One of the most gratifying services a life insurance professional can provide is to secure underwriting successfully for someone who has been through difficult medical experiences and perhaps has even given up on their insurability. These cases can be financially rewarding as well.
But how to navigate the impaired risk case through medical underwriting? Here are 11 key secrets:
1. Summarize and cover the data. If the case is likely to be a substandard risk due to a prior medical condition, address it with a cover letter and a one-page brief that describes the specific case history. Data presented professionally, directly and efficiently makes it easier for an underwriter to come to a positive decision.
2. Give a target. Run illustrations in advance of medical underwriting. If it appears that the case must receive a specific underwriting category to get completed, be prepared to let the underwriter know what medical offer is necessary before submitting the case. This saves the underwriters time (which they appreciate). More importantly, the power of suggestion is a subtle beginning to negotiation with the carriers.
3. Create a generic informal inquiry. Create one combined application for use with your most frequently used insurers. This makes it possible to solicit several preliminary offers at once, and limits the nuisance the client would experience if having to sign over and over with each company approached.
4. Control the information flow. Handle the coordination of medical exams and application paperwork expeditiously. Gather all attending physician statements directly from the client’s doctors. Make a visit to doctor’s offices that are uncooperative by telephone or unresponsive to requests for records. Once all APS and medical exam information is in hand, share it with multiple companies at once. Possessing all of the records, you are in control of the search for the best carrier.
5. Know the products. For instance, guaranteed universal life insurance can often be a substitute for term life. Reinsured heavily to keep costs down, insurance company underwriters’ hands are tied with term insurance by reinsurance treaties that create rigid underwriting standards and leave little room for underwriters to make compromises. Equipped with this knowledge, get underwriting quotes for term and permanent coverages. If the applicant can get standard underwriting for no-lapse UL and a Table 2 for term, it is very likely that the no-lapse UL will offer more value than the term policy to guarantee the same time period.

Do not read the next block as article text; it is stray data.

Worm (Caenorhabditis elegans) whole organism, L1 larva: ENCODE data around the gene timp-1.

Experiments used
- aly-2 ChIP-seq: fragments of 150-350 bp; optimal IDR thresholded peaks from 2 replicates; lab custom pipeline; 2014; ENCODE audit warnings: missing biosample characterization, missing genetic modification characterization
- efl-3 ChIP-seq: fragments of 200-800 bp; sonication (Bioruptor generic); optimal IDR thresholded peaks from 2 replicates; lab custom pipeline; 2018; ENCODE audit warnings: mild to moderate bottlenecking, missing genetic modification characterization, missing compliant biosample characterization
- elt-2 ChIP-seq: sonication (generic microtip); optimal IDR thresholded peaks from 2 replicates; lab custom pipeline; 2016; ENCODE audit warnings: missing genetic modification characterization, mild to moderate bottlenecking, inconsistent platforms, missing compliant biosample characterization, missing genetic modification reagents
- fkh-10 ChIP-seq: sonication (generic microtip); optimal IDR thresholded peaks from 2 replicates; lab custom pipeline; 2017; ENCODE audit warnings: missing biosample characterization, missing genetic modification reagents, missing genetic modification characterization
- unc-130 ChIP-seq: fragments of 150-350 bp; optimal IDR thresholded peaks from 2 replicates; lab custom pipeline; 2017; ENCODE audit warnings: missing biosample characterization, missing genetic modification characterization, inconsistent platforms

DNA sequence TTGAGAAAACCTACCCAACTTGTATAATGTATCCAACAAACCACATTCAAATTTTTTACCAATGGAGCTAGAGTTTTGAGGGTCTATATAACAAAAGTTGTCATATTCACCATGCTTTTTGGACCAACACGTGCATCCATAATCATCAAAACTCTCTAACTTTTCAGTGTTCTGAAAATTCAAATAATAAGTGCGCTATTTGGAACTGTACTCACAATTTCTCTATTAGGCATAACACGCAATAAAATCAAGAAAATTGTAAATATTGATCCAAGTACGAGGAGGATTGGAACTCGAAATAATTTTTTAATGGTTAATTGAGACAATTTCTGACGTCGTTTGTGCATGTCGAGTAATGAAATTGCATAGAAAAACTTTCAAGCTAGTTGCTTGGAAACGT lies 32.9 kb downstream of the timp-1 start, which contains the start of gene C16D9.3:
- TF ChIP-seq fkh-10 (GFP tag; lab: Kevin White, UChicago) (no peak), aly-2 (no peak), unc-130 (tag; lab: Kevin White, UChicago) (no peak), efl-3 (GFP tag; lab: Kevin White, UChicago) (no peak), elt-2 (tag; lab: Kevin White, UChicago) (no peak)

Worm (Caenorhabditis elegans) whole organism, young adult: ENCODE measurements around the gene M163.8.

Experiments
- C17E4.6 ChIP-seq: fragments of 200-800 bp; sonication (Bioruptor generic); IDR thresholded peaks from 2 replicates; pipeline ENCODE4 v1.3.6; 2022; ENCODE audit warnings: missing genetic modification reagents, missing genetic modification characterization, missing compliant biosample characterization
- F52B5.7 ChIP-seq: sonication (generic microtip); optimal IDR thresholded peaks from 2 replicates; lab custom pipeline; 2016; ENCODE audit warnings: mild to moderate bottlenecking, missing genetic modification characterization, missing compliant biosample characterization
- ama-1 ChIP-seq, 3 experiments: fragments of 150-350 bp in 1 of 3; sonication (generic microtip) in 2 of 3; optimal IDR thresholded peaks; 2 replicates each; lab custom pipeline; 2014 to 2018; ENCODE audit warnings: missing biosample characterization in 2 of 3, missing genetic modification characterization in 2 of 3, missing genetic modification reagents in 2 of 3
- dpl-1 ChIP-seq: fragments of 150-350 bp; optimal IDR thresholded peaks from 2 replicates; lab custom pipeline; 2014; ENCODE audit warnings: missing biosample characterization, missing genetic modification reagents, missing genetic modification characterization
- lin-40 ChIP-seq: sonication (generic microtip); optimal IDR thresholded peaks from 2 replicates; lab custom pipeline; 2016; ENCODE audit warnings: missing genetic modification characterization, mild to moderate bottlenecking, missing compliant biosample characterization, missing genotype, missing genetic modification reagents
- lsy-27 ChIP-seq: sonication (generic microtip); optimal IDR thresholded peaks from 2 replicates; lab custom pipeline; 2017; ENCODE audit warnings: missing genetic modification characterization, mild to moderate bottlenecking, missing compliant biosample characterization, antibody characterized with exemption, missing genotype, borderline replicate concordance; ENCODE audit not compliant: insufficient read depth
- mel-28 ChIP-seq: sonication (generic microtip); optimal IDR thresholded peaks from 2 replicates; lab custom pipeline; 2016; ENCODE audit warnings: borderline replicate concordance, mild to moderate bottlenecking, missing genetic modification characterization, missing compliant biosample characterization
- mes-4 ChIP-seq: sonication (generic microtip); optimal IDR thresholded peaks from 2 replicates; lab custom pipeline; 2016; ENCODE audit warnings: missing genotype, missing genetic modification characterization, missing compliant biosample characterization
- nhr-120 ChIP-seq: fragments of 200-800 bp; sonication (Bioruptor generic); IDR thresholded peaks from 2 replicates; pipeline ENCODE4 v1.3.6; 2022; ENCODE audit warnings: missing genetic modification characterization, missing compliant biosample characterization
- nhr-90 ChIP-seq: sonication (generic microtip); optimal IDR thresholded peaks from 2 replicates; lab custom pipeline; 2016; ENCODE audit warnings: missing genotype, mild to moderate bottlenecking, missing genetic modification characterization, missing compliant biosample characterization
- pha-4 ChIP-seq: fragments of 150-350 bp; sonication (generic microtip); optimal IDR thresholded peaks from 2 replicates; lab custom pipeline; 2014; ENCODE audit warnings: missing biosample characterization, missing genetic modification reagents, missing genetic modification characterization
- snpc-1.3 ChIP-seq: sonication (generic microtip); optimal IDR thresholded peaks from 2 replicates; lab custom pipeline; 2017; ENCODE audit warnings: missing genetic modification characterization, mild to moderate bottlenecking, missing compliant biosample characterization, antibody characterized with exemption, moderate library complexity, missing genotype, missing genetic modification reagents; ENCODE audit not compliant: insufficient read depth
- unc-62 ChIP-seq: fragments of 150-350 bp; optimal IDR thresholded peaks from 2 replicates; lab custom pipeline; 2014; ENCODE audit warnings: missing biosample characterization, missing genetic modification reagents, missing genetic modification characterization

6. Find the hungry carrier. Life insurers are businesses like any other. They have cycles of greater and lesser appetite for new business based on corporate, personnel, market and industry issues. Take advantage of these cycles for clients. For instance, when a company is motivated to obtain new business, bring cases back into underwriting that may have been declined or rated. And remember, new product launches are often a time when insurers push for new sales.
7. Don’t give up. If at first you are declined, try and try again! Go to as many companies as possible to find the offer that’s needed. Use brokers and specialty underwriters to assist in the search for an offer suitable for the client. If necessary, go to smaller companies or companies that have lower ratings from the rating agencies. Keep alert to marketplace changes and new product launchings.
8. Build underwriter relationships. It is always helpful to know company underwriters on a first name basis. If possible, meet them personally at the home office. Build credibility and a professional working relationship with them whenever possible. Constant follow-up is equally important. Respond to requests for additional information quickly. Be personal–don’t rely on email. Call the underwriter frequently and seek advice on how to get the desired offer.
9. Negotiate. Once all preliminary offers have arrived, let the insurance companies know when they are not competitive. Underwriters have discretion on offers and will often be able to justify a better one when they know with specificity that their competition is offering something better.
10. Timing is critical. Similar to the “January Effect” well known in the stock market, life insurance has a “Fourth-Quarter Effect.” Underwriters are much more willing to compromise at year-end if company production is down for the year and if, in particular, they are trying to make budget. Advisors will have an easier time getting an impaired risk case completed if it is done at the end of the calendar year.
11. Be patient. Expect impaired risk cases to take at least 2 months longer to complete than typical cases due to their added complexity.
Sean Maher, CLU, CFP, is CEO, and Thomas J. Mihok, MBA, is a principal of Valley Forge Financial Group, Inc., an M Group member firm based in King of Prussia, Pa. Their respective e-mail addresses are: